04. “Detroit Rock City” (from Destroyer, 1976)
KISS’ fourth full-length, Destroyer, opted for a tracklist of crowd pleasers that still managed to bring as much rock clout as they did sing-along potential from the audience. With its two-note bass line intro and rolling upbeat tempo, “Detroit Rock City” opens the album up with a well-placed call to action for audience members to alternate between getting up and getting down. Driving its 4/4 time signature with a verse, hook, chorus, rinse, repeat formula, “Detroit Rock City” takes a quick turn for the macabre with the song’s narrative veering (literally) into the reality of teenage traffic deaths. Despite the dark subject matter (especially so for the time), the music maintains its upbeat pop-rock mood save for the minor-key harmonizing guitar work led by Frehley and backed up Stanley. Even in its most strained moments, Stanley’s voice was showing a confidence and swagger on Destroyer from the very start. It was a bravado that would be fully and best realized on the band’s next release, Love Gun. “Detroit Rock City” may in fact be the only KISS song not containing at least one blatant sexual reference. “Get down” is the only possibility here, and even then it’s a stretch given the context. The fact that an entire feature film was named after the song and inspired by the trials and tribulations of KISS fandom in the 1970s is at least a partial testament to the kind of arena-ready anthems KISS would corner the market on for the duration of their career and what would inevitably cement their status as one of rock ‘n’ roll’s most memorable bands.
03. “Rock And Roll All Nite” (from Alive!, 1975)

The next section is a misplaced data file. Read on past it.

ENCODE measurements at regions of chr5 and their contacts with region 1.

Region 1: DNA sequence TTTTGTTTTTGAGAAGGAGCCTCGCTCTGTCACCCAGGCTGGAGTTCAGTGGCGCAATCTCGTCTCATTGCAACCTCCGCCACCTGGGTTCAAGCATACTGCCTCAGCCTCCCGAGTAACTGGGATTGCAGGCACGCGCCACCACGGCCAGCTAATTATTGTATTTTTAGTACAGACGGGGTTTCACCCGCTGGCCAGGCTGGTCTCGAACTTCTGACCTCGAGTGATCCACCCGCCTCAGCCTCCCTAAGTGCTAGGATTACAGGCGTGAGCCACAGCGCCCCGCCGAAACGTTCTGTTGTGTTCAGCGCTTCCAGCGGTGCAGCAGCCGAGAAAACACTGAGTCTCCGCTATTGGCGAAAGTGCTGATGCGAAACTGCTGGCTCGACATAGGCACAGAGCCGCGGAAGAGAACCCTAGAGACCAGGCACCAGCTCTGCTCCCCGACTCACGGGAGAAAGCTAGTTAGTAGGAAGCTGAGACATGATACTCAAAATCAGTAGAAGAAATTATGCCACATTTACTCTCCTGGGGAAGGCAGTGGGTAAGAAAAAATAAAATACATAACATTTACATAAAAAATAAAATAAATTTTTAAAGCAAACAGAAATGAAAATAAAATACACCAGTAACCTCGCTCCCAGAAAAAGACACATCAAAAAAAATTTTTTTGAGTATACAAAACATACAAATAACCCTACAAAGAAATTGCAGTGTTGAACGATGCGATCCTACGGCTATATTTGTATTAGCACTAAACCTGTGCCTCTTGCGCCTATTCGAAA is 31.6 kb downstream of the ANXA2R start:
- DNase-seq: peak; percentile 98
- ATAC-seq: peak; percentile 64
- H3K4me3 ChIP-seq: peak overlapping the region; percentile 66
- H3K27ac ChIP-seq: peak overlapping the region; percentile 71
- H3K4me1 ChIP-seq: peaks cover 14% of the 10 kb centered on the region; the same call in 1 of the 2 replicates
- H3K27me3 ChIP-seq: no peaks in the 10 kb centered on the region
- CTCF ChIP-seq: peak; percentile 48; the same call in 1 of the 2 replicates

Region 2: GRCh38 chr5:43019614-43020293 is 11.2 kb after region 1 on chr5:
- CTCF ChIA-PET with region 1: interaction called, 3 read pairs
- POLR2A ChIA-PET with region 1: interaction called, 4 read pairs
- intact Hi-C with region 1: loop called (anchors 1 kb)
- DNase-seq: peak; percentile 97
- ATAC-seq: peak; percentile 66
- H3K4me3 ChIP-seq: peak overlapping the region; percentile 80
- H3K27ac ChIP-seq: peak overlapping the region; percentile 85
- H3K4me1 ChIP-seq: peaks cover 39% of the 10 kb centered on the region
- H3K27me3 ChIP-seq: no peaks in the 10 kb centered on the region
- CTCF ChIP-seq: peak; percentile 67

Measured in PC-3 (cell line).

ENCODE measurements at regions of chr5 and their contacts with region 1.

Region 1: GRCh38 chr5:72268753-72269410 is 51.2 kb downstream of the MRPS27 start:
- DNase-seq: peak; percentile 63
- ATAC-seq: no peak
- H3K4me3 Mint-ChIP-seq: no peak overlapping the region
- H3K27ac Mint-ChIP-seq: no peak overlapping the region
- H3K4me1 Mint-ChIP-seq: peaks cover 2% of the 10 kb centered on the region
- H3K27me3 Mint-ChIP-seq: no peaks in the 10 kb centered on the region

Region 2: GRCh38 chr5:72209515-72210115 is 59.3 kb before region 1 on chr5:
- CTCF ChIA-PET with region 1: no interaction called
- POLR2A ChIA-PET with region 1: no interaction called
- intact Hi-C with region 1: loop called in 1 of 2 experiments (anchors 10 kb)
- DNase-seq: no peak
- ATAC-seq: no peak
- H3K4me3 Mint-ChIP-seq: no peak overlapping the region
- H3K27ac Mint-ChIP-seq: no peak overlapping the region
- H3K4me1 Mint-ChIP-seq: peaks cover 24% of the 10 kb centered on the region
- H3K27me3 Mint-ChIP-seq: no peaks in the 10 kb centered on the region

Conceived from the very start as an anthem for the band’s invariably dedicated fanbase, “Rock And Roll All Nite” is the quintessential KISS song, but it’s not the band’s best. At the risk of fielding “contrarian” accusations, the lone caveat for the song’s success is that the original studio version from 1975’s Dressed To Kill is a nearly three-minute snoozefest, devoid of even the famous Frehley guitar solo that thankfully found its way into the song for the band’s live version featured on that same year’s Alive! Listening to both songs back-to-back is essentially like following a a sip of Crystal Light with a shot of whiskey. Alive! was KISS’ breakout album for good reason. The band’s live shows were and are an experience hard to describe, and impossible to duplicate by a band with any other name. Regardless of whatever mythology might exist regarding the album’s use of — wait for it — overdubs, Alive! remains the user manual for live rock albums. That seemingly intangible component of the live KISS experience that so many fans had attempted to convey to nonbelievers was suddenly in a very tangible format, allowing for fans who’d not yet fully grasped the raw energy and eager-to-crowd-please attitude the band has undoubtedly tried to trademark at some point during its forty-year existence. Even those completely unfamiliar with KISS have likely heard “Rock And Roll All Nite” with its two very brief verses and endlessly repeated refrain echoing out to the roars, whistles, and excitement of the crowd. It’s that snare drum pop from Peter Criss. It’s Paul Stanley screaming like a maniac banshee that he can’t hear the crowd. It’s Ace Frehley’s bluesed-out guitar riff giving birth to thousands of guitar players in mere seconds. It’s Gene Simmons howling like gravel-throated lunatic, summoning up all manner of glam-rock darkness to entrance the masses. “Rock And Roll All Nite” is the kind of catchy that even lyrics on par with “It’s A Small World” can’t undo its resiliency and power.